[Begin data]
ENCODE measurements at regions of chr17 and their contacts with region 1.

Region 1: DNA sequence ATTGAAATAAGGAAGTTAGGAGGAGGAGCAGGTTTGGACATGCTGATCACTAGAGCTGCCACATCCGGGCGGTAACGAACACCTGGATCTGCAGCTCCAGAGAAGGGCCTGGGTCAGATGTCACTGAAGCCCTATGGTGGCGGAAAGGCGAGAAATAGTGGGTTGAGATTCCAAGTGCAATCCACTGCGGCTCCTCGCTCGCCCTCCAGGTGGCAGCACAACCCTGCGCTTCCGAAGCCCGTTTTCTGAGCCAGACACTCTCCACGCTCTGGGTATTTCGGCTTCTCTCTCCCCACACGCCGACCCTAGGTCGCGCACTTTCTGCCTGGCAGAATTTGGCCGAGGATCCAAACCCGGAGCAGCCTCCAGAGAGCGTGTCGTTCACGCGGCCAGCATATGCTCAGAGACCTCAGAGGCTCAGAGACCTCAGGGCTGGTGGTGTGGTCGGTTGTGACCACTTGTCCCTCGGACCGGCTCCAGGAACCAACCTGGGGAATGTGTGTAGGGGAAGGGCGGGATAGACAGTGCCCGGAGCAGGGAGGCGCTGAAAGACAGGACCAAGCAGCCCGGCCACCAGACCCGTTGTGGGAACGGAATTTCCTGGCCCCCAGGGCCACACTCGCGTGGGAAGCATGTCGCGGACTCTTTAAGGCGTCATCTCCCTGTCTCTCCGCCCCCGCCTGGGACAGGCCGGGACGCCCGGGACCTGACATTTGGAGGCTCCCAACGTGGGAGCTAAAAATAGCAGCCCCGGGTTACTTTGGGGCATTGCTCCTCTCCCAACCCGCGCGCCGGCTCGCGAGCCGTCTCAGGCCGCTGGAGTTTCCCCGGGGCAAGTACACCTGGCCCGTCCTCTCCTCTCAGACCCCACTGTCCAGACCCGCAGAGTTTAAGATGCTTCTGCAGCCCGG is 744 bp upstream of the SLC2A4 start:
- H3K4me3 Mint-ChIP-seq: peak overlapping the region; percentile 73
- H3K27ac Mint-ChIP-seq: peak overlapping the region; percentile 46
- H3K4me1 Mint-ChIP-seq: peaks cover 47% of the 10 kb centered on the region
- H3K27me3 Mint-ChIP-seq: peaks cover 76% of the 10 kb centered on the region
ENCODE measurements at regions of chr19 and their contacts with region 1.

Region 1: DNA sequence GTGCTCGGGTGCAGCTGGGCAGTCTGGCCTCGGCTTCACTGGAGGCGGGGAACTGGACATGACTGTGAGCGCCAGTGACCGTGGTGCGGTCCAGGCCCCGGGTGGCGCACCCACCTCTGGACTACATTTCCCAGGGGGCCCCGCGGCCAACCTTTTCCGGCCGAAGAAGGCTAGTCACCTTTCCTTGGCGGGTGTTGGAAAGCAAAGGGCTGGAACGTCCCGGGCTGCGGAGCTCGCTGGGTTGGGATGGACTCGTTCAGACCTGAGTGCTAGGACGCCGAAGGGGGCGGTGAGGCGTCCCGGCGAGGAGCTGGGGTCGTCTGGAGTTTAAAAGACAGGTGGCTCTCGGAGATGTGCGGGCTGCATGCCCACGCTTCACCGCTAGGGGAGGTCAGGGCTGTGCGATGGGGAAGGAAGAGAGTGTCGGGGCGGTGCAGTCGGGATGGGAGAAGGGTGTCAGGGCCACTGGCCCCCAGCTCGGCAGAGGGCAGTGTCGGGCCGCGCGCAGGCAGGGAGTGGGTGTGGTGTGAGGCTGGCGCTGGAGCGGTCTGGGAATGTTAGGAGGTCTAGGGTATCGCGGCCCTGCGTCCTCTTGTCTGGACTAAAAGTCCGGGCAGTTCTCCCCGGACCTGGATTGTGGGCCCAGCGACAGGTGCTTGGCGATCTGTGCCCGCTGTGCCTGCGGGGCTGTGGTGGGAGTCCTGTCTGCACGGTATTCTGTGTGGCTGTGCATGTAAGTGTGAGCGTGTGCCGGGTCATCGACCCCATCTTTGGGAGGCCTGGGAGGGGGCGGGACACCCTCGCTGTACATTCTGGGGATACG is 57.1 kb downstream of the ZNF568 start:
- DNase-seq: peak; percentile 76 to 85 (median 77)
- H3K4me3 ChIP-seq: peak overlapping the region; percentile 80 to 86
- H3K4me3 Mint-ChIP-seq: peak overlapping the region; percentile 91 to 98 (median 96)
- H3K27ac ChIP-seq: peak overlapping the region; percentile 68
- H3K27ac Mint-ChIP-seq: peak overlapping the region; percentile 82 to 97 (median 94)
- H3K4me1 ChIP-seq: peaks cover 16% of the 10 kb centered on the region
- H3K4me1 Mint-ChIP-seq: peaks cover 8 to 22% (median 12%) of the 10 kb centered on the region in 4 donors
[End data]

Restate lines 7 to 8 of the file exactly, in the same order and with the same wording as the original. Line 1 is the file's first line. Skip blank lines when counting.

ENCODE measurements at regions of chr19 and their contacts with region 1.

Region 1: DNA sequence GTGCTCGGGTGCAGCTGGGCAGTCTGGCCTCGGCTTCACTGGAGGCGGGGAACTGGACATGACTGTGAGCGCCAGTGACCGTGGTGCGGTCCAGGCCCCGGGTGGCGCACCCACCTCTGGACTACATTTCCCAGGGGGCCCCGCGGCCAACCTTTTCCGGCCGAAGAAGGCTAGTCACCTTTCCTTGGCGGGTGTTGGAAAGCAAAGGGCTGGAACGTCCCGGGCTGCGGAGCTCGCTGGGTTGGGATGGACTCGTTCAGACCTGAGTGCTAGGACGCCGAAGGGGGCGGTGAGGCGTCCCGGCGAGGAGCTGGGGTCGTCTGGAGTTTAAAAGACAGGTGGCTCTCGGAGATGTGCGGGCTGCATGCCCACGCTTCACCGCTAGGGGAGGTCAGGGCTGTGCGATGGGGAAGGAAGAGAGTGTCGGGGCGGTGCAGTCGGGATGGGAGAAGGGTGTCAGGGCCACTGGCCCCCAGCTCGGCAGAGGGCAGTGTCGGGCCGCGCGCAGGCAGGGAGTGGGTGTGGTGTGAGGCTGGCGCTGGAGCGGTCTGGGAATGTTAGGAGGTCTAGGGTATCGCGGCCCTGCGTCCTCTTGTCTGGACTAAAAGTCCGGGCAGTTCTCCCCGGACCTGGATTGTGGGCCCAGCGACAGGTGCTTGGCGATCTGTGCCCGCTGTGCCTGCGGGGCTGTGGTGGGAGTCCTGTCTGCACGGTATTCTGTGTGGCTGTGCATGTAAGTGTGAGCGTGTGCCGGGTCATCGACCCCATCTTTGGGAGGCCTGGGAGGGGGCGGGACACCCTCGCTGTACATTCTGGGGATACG is 57.1 kb downstream of the ZNF568 start: